23 responses to “What is the correct dosing for Vitamin D?”

  1. Thank you. Easy to read, clear and concise, and answers a question I’ve been wondering about. confirms that my current approach mirrors best evidence

  2. The optimum & convenient dose of Vitamin D had been bouncing around the long term care directors email board for months.T
    here was consensus that 10,000-20,000 units Vit D a week was the best approach in a nursing home population The Fraser Health Authority has recently given direction to care homes that 20,000 a week is their recommended dose. they based thsi on International lit reviews.
    The work on the adverse effects of a yearly dose is well known ,however the use of weekly doses in geriatrics or a monthly doses in fit adults has not been answered by this article.

  3. 1000 mg daily of vitamin D is a reasonable dose for older adults at risk of falls and osteoporosis

  4. Fraser Health and many other organizations are using higher dose levels of vitamin D. 3500 IU +
    details at
    http://www.vitamindwiki.com/tiki-index.php?page_id=2166

  5. I already advised 1000 units per day for the last few years

  6. The knee-jerk response to the ‘falls after 500000iu annual dose’ study of accepting the 1000iu daily dose is unfortunate. Indeed we have evidence which is quite good on falls and Vitamin D but this is not the whole enchalada. There’s still the numerous other health benefits which only appear when Vitamin D levels are over 100 nmol/l. 1000iu only increases levels by 14 nmol/l given chronically and if your patients are like mine with old skin, clothed skin and indoor skin they have vit D levels of 30-40.With the 1000iu per day they get to an unimpressive 44-54 nmol/l, still in the “moderately deficient” group. We can do better than that for our patients.

  7. Is there any evidence that 2000 units is better than 1000?

  8. Nice and concise

  9. I agree with the literature supporting a role for Vit D supplementation to reduce falls in at risk patients, primrily geriatric and long term care facility patients. Having said that, the majority of the literature is based on small non randomized controlled studies. It would be nice to see a more authoritative paper and / or position statment /guideline reviewed. While I too care for a large number of nursing home patients in the FHA there are concerns of giving all patients 20000 iu of Vitamin D3 weekly. What is the impact of not testing calcium levels in patients beofre doing this? Will we risk issues with nephrolithiasis and painful kidney stones??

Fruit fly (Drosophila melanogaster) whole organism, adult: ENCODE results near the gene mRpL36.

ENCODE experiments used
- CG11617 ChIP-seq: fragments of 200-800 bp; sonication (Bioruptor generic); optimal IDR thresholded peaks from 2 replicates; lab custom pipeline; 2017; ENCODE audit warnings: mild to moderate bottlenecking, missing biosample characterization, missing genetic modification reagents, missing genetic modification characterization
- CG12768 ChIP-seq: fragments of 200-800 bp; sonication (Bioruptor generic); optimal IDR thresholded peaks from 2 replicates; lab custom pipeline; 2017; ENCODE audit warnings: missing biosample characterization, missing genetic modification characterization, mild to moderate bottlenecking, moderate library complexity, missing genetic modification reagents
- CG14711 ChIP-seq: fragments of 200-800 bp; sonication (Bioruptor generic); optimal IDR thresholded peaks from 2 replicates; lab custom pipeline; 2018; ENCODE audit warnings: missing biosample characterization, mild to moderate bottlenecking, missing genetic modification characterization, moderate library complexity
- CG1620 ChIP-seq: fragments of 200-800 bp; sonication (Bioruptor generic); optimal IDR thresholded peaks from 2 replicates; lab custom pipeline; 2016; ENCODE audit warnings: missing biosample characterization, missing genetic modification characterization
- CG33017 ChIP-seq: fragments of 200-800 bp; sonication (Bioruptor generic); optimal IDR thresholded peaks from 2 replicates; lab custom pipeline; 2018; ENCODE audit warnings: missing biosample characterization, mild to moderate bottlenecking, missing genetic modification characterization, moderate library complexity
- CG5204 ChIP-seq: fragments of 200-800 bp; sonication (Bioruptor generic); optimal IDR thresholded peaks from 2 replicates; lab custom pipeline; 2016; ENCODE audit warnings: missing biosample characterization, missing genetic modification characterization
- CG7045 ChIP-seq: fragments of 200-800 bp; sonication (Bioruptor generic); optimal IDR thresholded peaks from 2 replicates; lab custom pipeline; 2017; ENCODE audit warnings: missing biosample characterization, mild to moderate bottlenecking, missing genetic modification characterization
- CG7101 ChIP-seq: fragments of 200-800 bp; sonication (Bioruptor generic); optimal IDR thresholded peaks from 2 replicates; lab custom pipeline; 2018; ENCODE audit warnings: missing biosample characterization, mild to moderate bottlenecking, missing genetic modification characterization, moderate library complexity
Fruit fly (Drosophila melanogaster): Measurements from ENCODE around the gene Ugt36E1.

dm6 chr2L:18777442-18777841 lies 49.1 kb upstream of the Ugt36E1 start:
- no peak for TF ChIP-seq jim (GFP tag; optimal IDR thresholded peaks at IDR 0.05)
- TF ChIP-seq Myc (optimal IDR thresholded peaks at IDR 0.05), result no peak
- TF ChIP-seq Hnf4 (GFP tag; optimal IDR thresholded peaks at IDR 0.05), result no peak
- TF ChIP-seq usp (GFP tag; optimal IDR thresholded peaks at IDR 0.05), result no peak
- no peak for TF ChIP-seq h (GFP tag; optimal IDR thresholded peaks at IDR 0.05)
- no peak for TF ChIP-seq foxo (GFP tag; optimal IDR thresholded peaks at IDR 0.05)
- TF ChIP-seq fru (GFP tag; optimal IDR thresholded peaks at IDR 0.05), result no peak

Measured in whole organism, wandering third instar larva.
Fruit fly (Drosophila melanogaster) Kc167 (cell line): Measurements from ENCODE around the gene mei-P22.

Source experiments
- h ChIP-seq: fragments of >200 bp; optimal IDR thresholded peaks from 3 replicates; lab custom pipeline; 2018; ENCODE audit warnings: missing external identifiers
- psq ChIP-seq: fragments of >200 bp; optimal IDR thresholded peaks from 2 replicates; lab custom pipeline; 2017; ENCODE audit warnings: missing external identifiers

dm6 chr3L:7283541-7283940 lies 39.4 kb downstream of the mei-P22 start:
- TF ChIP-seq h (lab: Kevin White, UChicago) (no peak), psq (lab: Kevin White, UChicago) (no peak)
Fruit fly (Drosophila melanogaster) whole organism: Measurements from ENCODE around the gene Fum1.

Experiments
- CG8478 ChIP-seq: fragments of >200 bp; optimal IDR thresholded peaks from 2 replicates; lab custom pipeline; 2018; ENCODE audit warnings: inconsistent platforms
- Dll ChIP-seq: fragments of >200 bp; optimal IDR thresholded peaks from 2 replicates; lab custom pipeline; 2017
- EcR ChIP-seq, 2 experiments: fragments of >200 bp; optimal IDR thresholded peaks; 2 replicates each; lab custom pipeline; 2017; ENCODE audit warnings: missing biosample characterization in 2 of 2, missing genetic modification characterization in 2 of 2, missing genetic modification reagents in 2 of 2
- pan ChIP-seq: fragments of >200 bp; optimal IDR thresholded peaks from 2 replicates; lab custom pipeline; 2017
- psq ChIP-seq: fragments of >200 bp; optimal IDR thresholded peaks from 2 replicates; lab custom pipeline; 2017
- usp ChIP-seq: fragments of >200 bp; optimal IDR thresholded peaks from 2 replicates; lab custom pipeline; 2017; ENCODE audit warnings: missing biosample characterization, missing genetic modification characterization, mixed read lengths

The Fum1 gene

What about patient size, ethnicity, etc on the issue of dose itself. What about bioavailability of the 20000 iu dose vs 2000 iu daily. These and a multitude of other questions need to be answered before jumping onto the Vitamin D3 weekly ward rounds.

    This article also begs the quesiton about the multitude of other Vitamins, lotions and potions fed daily to patients by their families in ECU, in assisted living and residential care otherwise… Should we be endorsing this practice by signing the order to cover the facility. Given the lack of medicinal value to these products, it might be more appropriate to not sign off until a pharmacist has reviewed and rule out significant drug-drug interactions, especially with coumadin which every other person in LTC seems to be on these days, and if not that we get them from the hospital on Fragmin (sometimes 3-4 months post -op)